“We ran it to the left because they knew that I could throw the halfback pass, coach Landry didn’t think they could work on it going to the right,” Reeves said. “So, we ran it to the left, and sure enough both the corner and the safety came up and Lance Rentzel was wide open. It’s not like it was a great pass, it just had to get there.”

It was a play Reeves had to prepare for with the windy, cold conditions.

“The good thing about it was Don (Meredith, the Cowboys quarterback) told me he was going to call it and it was the first play of the fourth quarter,” Reeves said. “So, we were in the huddle when he told me he was going to call it, and I put my hands down as far down my pants as I could put them to keep them warm and I kept them there until we shifted out of the I-formation into a split backfield. Then at the last minute, I took my hands out and put them on the ground.”

The 50-yard touchdown gave the Cowboys a 17-14 lead and all the momentum.

A short time later, Green Bay got the ball at its own 32-yard line with 4:50 remaining in the fourth quarter. Kramer remembers linebacker Ray Nitschke getting off the field late from the previous play and he ran by the Packers offensive huddle and said, “Don’t let me down, guys. Don’t let me down.”

But the Packers’ offense had been anemic prior to the final drive of the game. The team’s 10 previous possessions went for -9 yards, according to Kramer.

“So, what the hell makes you think you’re going to take the ball down the field, I asked Bart one day years later,” Kramer said. “He said, ‘The look in your eyes, the look in Forrest’s (Gregg, the team’s right tackle) eyes, the looks in Gilly’s (left guard Gale Gillingham), Ski’s (left tackle Bob Skoronski) eyes.’”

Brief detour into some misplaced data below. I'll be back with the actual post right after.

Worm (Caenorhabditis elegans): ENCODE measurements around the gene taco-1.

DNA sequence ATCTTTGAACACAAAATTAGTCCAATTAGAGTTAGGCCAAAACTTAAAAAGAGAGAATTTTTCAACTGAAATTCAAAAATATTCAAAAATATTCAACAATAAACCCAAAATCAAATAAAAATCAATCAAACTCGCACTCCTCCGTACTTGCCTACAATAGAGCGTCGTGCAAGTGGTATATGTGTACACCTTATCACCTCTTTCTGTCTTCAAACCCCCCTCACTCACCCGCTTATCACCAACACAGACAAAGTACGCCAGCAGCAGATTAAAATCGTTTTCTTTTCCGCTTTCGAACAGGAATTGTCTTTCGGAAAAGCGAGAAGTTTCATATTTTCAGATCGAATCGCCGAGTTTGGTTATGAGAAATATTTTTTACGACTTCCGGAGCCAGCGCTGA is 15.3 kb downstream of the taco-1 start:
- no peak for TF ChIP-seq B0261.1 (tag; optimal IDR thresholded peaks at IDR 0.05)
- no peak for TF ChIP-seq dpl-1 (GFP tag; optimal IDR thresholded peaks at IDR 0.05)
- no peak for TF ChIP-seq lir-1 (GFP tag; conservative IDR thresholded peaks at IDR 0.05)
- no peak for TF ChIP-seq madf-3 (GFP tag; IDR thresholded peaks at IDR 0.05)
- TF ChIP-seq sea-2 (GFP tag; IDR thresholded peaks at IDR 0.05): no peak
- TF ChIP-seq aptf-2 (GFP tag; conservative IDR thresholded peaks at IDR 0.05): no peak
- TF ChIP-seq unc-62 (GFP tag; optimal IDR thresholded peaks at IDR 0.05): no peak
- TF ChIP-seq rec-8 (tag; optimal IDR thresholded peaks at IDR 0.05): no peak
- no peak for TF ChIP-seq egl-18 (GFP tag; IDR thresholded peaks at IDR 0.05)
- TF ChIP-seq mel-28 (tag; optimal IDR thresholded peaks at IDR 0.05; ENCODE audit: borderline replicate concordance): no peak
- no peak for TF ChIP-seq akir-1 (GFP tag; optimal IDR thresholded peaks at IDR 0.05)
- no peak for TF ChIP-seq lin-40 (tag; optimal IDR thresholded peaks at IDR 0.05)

Starr’s composure and leadership rubbed off in a profound way to his teammates.

“He was just like he always was,” Dowler said. “He got in the huddle and looked up and says, ‘We got to take the ball down the field and score. So, we’re going to take the ball down the field and score.’”

But the Cowboy’s Doomsday Defense, which finished with eight sacks in the game, wasn’t going to back down.

“They were going to have a difficult time doing it because we had a really good defense,” said Reeves, who played or coached in an NFL record nine Super Bowls.

“The thing that you have to realize is that the receivers certainly have an advantage over the defensive backs because they know where they’re going whereas the defensive backs make their move after the route is run.”

The Packers methodically marched down the field with Anderson picking up three receptions out of the backfield for 27 yards. Mercein followed with a 19-yard catch and 8-yard run to get the Packers down to the 2. After back-to-back Anderson runs with under 30 seconds remaining, Starr’s 1-yard plunge will forever be etched in Packers’ lore.

That game-winning touchdown doesn’t happen if the Packers don’t execute a well-managed drive.

“Bart is the essence of leadership in a difficult time,” Kramer said. “Your life is on the line, your reputation is on the line, your third consecutive title, so much is on the line and Bart is so cool. He was so matter-of-fact, not excited – he’s not jumping out of his drawers.”

“The drive down there, Bart just made some really good throws and their backs made some really good runs,” Reeves said.

It’s been 50 years since the drive, but it’s permanently trapped inside Kramer’s mind.

“It was probably one of the proudest moments of my career as a football player to be a part of that drive, to be a part of that explosion of emotion,” Kramer said.

Greg Bates is a freelance contributor to Sports Collectors Digest and can be contacted at gregabates@gmail.com.